Thursday, September 30, 2010

Getting to Know the Grapefruit

healthy foods - grapefruit
Have you ever wondered why a grapefruit is called a grapefruit, when it actually looks so much like an orange than a grape? With fruits shaped like an oblate spheroid—think of the shape of our beloved mother Earth— yellow-orange skin, and a segmented, acidic flesh, grapefruits bear a striking resemblance to the omnipresent orange except that it is bigger and has a tangier and somewhat bitter taste.

So, why is a grapefruit called a grapefruit? 

Some sources say that the idea behind its name is taken from the manner whereby they grow—in clusters just like bunches of grapes. Another explanation provided states that it was named as such since unripe grapefruits bear a strong resemblance to the shape of premature green grapes. Setting aside name origins, grapefruits are included among the excellent sources of Vitamin C. Because the latter is a major immune system booster, eating grapefruits benefit the body by keeping it strong and resilient, hence decreasing its risk of illnesses. The grapefruit owes the red-pink coloring of its flesh to lycopene, a carotenoid phytonutrient. And lycopene also has its unique health merits, one of  which is its supposed ability to work against tumor formation.

Written By: Maris Modesto

Tuesday, September 28, 2010

Ode to the Gorgeous Romanesco

Healthy Foods - Romanesco
Like a bright bloom comprised of smaller clusters of conical flowers, the romanesco broccoli is quite a breathtaking sight to behold. Piled in a stunning iridescent, green heap alongside the broccoli and cauliflower heads in the produce section of the local grocery, it stood out rather perfectly, albeit awkwardly—a gorgeous veggie looking more like an exotic blossom fit for grand floral arrangements than the soup pot.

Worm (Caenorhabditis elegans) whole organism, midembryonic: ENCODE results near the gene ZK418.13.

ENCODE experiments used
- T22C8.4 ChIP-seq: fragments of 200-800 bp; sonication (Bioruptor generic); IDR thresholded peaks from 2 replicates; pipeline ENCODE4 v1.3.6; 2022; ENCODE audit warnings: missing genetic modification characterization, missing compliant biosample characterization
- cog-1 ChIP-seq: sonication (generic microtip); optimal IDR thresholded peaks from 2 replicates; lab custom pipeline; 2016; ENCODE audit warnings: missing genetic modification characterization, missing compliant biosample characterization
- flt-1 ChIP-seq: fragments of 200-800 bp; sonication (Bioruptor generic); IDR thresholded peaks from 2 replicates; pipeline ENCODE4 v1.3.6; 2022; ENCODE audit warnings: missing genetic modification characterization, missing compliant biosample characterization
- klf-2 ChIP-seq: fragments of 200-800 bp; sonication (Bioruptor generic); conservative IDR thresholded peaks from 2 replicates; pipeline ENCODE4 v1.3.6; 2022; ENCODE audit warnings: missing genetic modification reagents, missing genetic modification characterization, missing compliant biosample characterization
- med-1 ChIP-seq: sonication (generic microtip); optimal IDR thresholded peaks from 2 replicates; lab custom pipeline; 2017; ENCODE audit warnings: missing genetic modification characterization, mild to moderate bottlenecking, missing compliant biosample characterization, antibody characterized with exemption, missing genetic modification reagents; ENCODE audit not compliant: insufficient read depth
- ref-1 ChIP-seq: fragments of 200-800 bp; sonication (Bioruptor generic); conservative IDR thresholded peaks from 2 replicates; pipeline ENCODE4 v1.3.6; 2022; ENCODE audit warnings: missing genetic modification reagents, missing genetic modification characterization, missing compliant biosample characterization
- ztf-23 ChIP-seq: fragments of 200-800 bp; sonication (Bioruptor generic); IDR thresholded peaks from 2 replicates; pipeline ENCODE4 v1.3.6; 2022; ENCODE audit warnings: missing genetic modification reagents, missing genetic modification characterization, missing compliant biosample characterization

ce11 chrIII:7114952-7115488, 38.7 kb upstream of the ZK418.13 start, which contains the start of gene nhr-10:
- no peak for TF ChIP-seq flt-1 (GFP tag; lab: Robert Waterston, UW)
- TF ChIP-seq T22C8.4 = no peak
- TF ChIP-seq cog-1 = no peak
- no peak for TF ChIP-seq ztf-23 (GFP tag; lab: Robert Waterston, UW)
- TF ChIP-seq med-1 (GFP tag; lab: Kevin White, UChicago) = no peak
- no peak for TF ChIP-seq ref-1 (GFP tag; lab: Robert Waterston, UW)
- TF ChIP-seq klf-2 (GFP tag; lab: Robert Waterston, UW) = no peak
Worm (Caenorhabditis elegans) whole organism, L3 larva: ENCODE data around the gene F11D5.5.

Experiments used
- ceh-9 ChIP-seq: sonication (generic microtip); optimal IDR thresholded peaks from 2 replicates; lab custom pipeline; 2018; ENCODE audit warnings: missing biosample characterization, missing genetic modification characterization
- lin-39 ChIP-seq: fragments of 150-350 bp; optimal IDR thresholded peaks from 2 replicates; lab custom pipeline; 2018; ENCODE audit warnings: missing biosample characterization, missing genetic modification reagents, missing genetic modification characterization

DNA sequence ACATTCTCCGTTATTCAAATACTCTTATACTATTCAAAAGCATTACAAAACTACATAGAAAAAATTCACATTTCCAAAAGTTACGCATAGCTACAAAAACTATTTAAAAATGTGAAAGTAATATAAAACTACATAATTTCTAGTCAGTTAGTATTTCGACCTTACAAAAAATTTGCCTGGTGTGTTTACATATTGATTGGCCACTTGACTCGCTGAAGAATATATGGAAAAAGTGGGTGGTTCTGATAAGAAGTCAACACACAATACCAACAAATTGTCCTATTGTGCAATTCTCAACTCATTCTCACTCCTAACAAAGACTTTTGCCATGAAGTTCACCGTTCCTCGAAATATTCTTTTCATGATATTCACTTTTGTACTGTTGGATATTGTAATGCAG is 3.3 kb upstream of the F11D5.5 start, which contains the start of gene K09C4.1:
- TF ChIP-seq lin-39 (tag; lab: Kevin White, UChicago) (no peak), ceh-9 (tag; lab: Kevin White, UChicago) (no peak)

But just like its broccoli and flower cousins, the nutritional value of the romanesco: loads of good old Vitamin C, carotenoids, and fiber isn't something nutritionists could easily overlook. Nor is its taste—somewhat spicy and nutty—too blah for the palate to easily forget. To date, many different recipes have been contrived making use of the romanesco.

However, although its beauteous fractal pattern strikes most people to be quite bizaare, cooks say that romanesco hardly differs from broccoli or cauliflower in terms of culinary preparation. Best eaten raw, it could also be steamed, blanched, or stir-fried. Some chef's claim that butter or other light flavored sauces perfectly sets off its natural taste, hence making romanesco one of the best dipping vegetables around—in the same league as celery and carrot sticks.

Written By: Maris Modesto

Thursday, September 23, 2010

Moringa: Not Just Another Leafy Veggie

Healthy Foods - Moringa: Not Just Another Leafy Veggie

Best prepared in soups and viand recipes calling for some mild-tasting green leafy veggies, moringa is among the most commonly used leafy veggies in Asian cuisine. Beyond edibility, however, moringa is actually considered as a “miracle tree.” But what sets it apart from other trees, besides being multipurpose, is its multitude of nutrients, all of which are said to benefit health in many different ways.